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Discovery of Insurer Reserve Information

Marc Mayerson has a great discussion  (which is continued in the comments that follow his post) on the issue of the discovery of insurer reserve information at the Insurance Scrawl blog.  In the comments section of his post, he references an article on this topic from Law.com that may also be of interest entitled:  Insurance Reserves Discoverable in Bad Faith Case.

His discussion begins as follows:

Discovery of Insurer Reserve Information: Implied Admission of Coverage or Attorney Work Product ? Or Both?

One common area of discovery disputes in insurance-coverage cases concerns reserve information from carriers. The policyholder-side thinking goes that it is inconsistent with the insurer’s flat denial of coverage for it to accrue a reserve on the claim, especially a reserve at close to full value. There is some logical and emotional appeal to this “putting your money where your mouth is” discovery, that is, requiring that what the carrier says to the jury be consistent with where it is putting its money.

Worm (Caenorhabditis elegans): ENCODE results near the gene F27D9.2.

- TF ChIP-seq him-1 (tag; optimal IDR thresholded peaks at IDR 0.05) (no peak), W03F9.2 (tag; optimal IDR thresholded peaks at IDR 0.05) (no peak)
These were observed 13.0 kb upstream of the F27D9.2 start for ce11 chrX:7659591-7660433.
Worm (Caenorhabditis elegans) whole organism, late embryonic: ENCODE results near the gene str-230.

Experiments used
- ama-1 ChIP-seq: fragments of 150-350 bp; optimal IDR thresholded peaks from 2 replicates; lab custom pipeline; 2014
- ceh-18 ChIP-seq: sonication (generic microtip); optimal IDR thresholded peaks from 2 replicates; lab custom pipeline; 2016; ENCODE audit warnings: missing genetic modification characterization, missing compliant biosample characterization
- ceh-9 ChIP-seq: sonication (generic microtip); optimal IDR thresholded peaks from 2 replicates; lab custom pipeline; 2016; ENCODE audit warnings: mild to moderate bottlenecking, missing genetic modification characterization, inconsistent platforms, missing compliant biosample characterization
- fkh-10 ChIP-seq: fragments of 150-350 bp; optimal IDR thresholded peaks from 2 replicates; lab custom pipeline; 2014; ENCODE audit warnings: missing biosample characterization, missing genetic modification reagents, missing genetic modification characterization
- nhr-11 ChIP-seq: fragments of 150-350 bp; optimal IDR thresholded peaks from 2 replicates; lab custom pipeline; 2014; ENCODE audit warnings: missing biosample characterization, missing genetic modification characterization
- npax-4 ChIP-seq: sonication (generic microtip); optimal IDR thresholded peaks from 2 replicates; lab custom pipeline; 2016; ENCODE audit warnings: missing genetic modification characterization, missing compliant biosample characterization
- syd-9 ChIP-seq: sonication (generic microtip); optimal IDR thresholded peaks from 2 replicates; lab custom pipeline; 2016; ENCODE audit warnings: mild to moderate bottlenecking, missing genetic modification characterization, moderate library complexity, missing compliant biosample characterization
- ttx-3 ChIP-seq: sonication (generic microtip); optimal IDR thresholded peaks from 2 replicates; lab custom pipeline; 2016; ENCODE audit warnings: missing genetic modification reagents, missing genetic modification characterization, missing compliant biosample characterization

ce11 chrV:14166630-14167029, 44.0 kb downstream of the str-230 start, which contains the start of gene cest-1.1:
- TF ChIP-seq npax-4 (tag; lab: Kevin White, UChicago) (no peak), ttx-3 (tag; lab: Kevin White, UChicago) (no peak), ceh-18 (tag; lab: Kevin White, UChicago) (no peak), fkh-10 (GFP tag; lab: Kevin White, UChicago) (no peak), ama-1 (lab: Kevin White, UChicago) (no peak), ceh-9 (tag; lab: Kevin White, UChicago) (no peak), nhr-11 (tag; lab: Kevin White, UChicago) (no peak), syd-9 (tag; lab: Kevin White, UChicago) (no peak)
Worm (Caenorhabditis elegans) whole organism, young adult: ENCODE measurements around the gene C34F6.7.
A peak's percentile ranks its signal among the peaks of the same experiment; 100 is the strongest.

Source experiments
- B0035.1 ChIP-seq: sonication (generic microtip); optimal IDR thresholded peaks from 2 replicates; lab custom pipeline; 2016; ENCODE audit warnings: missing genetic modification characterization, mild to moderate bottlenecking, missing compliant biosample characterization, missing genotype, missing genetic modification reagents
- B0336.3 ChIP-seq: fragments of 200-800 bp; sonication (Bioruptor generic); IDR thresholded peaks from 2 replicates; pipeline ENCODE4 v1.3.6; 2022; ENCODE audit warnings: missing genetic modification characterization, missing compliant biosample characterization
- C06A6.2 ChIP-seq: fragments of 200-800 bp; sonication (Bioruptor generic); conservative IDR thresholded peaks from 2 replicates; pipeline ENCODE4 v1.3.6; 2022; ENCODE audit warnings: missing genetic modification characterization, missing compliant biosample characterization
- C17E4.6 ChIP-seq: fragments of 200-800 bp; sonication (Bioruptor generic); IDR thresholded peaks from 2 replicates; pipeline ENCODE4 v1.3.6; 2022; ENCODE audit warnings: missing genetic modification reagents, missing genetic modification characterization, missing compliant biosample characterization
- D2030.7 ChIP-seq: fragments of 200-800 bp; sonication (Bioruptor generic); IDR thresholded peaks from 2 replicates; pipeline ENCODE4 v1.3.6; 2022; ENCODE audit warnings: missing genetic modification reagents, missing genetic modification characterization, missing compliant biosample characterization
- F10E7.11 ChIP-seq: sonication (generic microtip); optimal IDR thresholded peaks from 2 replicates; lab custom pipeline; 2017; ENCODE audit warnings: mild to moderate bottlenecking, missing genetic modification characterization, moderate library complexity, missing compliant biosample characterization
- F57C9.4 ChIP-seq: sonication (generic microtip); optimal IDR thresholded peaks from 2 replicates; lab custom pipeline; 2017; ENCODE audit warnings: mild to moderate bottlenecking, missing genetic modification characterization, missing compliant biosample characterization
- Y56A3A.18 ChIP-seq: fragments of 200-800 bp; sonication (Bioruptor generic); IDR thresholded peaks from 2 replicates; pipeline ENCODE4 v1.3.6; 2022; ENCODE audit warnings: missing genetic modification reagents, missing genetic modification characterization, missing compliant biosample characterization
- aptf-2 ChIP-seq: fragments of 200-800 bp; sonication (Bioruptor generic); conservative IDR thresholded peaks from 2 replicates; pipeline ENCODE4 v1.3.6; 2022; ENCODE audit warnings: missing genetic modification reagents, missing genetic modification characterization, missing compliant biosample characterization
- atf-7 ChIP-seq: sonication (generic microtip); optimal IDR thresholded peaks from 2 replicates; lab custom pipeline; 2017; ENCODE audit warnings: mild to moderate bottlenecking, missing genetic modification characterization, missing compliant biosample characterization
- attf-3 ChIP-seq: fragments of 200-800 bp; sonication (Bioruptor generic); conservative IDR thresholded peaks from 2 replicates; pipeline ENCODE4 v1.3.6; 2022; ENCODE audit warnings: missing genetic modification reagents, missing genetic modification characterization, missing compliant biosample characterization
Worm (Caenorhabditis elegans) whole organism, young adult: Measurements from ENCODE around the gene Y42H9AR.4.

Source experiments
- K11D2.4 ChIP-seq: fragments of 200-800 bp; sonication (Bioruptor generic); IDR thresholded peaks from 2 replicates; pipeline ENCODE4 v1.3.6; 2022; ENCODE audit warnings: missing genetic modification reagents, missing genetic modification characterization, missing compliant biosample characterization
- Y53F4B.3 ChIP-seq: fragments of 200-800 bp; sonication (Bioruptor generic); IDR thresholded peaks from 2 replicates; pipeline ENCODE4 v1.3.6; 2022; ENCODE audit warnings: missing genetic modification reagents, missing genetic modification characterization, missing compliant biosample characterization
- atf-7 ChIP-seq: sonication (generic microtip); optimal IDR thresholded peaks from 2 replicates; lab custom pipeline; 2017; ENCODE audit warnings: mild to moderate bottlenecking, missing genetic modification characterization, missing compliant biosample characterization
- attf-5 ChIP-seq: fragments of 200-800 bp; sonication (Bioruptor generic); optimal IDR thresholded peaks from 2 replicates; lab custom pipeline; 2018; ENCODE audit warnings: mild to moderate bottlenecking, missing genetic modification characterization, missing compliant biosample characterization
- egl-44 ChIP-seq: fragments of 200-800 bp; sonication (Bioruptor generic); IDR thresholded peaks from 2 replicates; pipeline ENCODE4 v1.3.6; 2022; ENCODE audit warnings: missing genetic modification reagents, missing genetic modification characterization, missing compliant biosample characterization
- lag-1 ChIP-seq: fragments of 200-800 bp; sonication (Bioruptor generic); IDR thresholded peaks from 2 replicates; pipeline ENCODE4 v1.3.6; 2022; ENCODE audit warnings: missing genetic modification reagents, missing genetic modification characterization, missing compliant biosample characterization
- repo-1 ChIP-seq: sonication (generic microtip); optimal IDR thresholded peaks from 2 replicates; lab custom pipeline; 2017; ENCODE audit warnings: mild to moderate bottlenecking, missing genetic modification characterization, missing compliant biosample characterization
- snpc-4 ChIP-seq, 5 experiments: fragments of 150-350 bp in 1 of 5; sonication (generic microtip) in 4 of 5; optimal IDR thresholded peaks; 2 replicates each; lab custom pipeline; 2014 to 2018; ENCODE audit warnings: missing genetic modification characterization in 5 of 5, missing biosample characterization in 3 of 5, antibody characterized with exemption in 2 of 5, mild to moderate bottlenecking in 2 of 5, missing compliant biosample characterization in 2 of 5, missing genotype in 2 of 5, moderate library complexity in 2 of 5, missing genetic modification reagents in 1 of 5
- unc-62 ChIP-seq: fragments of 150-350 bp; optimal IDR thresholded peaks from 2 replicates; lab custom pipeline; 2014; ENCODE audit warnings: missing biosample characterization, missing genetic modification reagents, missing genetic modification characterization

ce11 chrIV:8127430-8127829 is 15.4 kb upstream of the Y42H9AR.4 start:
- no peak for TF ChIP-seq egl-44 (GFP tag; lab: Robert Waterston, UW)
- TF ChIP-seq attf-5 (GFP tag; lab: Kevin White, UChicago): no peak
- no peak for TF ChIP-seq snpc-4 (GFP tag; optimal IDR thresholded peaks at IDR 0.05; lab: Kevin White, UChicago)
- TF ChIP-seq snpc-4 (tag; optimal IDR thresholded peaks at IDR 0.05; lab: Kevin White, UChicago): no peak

Of course, a reserve accrued on the claim doesn’t prove conclusively there is coverage: carriers argue that reserves simply reflect litigation risk or that statutory requirements re solvency compel the accrual of reserves – points that go to the weight of the evidence. Carriers are concerned that reserve evidence is prejudicial to their coverage denial in the eyes of jurors (because a reserve seems to be an implied admission of coverage or at least the reasonable possibility of coverage), and so carriers tend to fight assiduously to prevent reserve information from coming to light.

He then goes on to discuss a recent decision on this issue from the Supreme Court of West Virginia.

This is an interesting discussion from a blog that I highly recommend to insurance defense practitioners and plaintiff's counsel alike.

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